Basques Abandoned

For quite some time I have wanted to record myself reading my ‘poetry’, after all much of it was written for performance. I have been reinvigorated to undertake this arduous task by the very fine and perceptive editor of Centrifugal Eye accepting my poem Macbeth At The Writers Group which has up to now only been ‘performed’ at Renegades.

Do I record my work as sound only or do I film myself performing? Or maybe I film suitable images and do a voice-over. I think just recorded is the best so I can invade people’s minds on their MP3 players.

I have a microphone. When looking it up online it is now seen as a ‘vintage’ microphone, I only bought it in 1981! I talked to my expert friend George and he recommended a preamp and things as the recording I can get through my pc is so low that the voice would be badly distorted to make it heard properly, maybe I should wait and find a recording studio or until I see him again.

Listening to poetry is how I became to properly appreciate it. My education between 11 and 16 was pretty poor, my own fault really, so I had little understanding of poetry and its beauty, form and formalities. Then when I went to Cardiff College of Art I found that Cardiff Central Library had the most wonderful record library. They had all the Argo recordings as well as a tremendous selection of music. The recordings opened up a new world and through the poet or actor speaking/performing I ‘got it’! I had grown up listening to Under Milk Wood, the wonderful 1954 Argo recording with Richard Burton, and fondly remember winter afternoons listening to this with my mother, but here was an even more delightful world.


There is a difference between actors and writers reading. I have a copy of Alec Guinness reading T S Eliot, which I prefer to Eliot’s own version, his voice just didn’t fit the rhythm of the words, which is odd, because most writers ‘fit’ their words, I would urge you to listen to Stevie Smith reading. It may be interesting to find an actor to read my stuff, just to hear it back, I’d probably end up re-writing it yet again! Some of what I write was started 10 or more years ago and revised and revised. I never actually see it as the ‘finished article’ at any point.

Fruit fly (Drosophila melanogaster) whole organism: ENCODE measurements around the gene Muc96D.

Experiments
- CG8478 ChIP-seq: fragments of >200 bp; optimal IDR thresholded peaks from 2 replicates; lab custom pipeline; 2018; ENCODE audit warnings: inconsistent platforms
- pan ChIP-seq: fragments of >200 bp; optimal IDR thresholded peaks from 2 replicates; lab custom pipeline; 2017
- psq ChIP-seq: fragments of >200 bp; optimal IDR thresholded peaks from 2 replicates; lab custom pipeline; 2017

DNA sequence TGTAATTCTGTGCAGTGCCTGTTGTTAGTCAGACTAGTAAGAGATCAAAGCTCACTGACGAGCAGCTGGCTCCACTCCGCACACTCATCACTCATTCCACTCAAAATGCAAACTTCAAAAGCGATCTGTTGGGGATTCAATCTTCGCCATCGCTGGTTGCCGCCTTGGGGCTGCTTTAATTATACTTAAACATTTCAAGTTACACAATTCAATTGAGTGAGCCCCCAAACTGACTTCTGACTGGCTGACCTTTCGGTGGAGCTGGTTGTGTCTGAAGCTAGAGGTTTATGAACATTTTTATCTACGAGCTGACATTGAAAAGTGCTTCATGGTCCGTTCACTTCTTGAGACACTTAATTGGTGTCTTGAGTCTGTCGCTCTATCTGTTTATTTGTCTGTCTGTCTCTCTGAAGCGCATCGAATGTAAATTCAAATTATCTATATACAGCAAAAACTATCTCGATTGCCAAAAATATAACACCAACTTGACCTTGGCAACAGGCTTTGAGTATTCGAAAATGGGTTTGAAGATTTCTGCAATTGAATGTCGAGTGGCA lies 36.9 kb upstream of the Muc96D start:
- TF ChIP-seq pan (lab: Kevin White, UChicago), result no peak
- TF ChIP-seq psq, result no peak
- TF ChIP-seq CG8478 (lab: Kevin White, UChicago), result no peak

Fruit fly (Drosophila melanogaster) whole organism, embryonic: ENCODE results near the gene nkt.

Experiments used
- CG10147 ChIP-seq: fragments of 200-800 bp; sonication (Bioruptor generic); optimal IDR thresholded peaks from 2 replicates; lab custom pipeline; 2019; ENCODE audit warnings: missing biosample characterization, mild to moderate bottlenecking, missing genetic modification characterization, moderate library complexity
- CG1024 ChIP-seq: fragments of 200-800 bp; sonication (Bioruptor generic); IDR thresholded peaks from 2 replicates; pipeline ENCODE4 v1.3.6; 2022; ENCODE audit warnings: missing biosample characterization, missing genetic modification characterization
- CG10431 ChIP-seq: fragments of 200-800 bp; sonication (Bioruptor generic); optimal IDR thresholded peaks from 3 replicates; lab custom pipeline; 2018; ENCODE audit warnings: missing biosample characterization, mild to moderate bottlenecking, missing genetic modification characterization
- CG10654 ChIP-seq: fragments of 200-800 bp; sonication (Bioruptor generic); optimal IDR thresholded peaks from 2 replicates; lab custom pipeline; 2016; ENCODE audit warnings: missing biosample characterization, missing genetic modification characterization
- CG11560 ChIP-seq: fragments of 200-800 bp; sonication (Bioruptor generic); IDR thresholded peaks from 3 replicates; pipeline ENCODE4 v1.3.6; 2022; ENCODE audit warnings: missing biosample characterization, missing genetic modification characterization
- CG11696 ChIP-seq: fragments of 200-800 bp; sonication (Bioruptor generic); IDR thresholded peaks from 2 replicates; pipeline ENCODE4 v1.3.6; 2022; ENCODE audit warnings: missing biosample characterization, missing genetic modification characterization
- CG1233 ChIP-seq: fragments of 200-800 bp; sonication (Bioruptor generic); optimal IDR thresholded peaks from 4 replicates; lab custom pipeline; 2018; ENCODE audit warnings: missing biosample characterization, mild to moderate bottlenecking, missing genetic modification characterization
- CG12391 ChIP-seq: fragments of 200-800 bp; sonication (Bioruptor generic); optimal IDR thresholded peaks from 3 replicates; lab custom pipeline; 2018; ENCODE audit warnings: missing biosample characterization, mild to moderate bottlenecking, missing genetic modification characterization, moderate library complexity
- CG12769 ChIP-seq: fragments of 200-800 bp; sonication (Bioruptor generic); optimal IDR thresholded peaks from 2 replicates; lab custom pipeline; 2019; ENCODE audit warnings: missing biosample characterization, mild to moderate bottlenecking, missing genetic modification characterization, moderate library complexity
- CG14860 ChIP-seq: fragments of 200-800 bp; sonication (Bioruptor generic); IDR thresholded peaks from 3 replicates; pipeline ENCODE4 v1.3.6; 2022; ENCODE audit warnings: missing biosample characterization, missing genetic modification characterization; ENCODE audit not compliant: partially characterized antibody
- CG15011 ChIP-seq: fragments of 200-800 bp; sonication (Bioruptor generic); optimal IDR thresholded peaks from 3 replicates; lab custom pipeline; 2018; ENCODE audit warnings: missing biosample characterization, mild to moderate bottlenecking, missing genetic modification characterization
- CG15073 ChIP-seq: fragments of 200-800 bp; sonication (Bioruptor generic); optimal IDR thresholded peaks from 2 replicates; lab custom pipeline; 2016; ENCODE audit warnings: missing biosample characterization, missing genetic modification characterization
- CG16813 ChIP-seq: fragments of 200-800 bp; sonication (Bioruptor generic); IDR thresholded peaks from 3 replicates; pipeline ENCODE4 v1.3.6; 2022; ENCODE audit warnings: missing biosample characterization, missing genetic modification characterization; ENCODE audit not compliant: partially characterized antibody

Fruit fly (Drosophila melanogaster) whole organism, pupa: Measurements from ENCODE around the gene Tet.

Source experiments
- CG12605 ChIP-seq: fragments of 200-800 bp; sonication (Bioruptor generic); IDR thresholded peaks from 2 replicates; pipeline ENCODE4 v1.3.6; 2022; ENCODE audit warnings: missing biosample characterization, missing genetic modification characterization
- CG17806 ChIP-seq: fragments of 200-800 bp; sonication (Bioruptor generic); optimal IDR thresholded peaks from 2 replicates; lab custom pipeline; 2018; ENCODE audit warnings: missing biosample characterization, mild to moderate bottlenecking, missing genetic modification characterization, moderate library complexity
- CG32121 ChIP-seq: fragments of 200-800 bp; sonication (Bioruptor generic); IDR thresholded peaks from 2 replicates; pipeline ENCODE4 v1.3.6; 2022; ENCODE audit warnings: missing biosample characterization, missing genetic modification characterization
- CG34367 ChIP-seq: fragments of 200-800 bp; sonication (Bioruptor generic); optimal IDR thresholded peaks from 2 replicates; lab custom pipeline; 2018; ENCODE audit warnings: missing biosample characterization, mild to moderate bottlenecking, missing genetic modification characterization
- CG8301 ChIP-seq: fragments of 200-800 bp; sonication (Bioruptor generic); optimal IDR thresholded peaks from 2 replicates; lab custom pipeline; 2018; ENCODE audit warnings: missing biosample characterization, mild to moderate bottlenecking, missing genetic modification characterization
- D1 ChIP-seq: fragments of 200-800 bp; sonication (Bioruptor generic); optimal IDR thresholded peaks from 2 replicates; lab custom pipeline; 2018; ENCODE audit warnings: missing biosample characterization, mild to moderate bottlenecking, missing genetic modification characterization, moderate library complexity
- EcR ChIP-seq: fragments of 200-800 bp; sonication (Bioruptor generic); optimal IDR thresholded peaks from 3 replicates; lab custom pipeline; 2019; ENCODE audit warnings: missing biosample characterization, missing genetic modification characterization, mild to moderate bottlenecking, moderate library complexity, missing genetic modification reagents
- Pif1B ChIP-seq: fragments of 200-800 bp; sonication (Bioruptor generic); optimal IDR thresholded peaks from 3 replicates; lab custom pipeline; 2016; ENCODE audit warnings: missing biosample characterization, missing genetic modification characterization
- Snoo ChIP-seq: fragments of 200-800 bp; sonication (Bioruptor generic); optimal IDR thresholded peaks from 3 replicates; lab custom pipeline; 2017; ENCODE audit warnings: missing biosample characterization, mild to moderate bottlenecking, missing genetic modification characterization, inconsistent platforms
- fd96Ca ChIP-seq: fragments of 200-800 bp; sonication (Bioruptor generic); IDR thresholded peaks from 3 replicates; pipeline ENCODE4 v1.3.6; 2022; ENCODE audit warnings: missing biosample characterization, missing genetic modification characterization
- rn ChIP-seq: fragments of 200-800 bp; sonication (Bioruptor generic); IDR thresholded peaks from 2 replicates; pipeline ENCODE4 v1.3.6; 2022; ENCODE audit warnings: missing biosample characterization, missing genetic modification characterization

At the last Renegades Writers meeting I attended, Jem brought up the issue of improving the way we read our work. We often rush to try and fit a bit more in to the slot we have, maybe because we know it ourselves we don’t emphasise things enough. I remember attending a group, I can’t remember where, who passed their work to another person to read aloud, not a trained person, but a way of hearing how their work sounded. I remember organising a weekend of workshops, and we had the glorious Rosie Garland (aka Rosie Lugosi) who is a truly top class performer, we didn’t dress in thigh length patent boots, black stockings, figure hugging basques and flail whips (I am sure there were many who secretly wished for that!), but people did learn a lot about planning and presenting their public performances, using their voices better and improving stagecraft. The presentation of your work is important, whether in a workshop setting or in public, because a well read piece makes people notice it and give the supportive feedback we need to improve and develop.

So, sometime soon you will have the joy of being able to download not just the texts of my writing but me performing, so clear off those albums from your iPods, once you hear it nothing else will feel right.

Today’s photograph is the locked door of Tunstall Baths, built in 1890 for the people of the town and closed due to cuts in 2011 and probably never to open again. Overcast, windy, bleak midwintery, just about to rain, 1.45pm.



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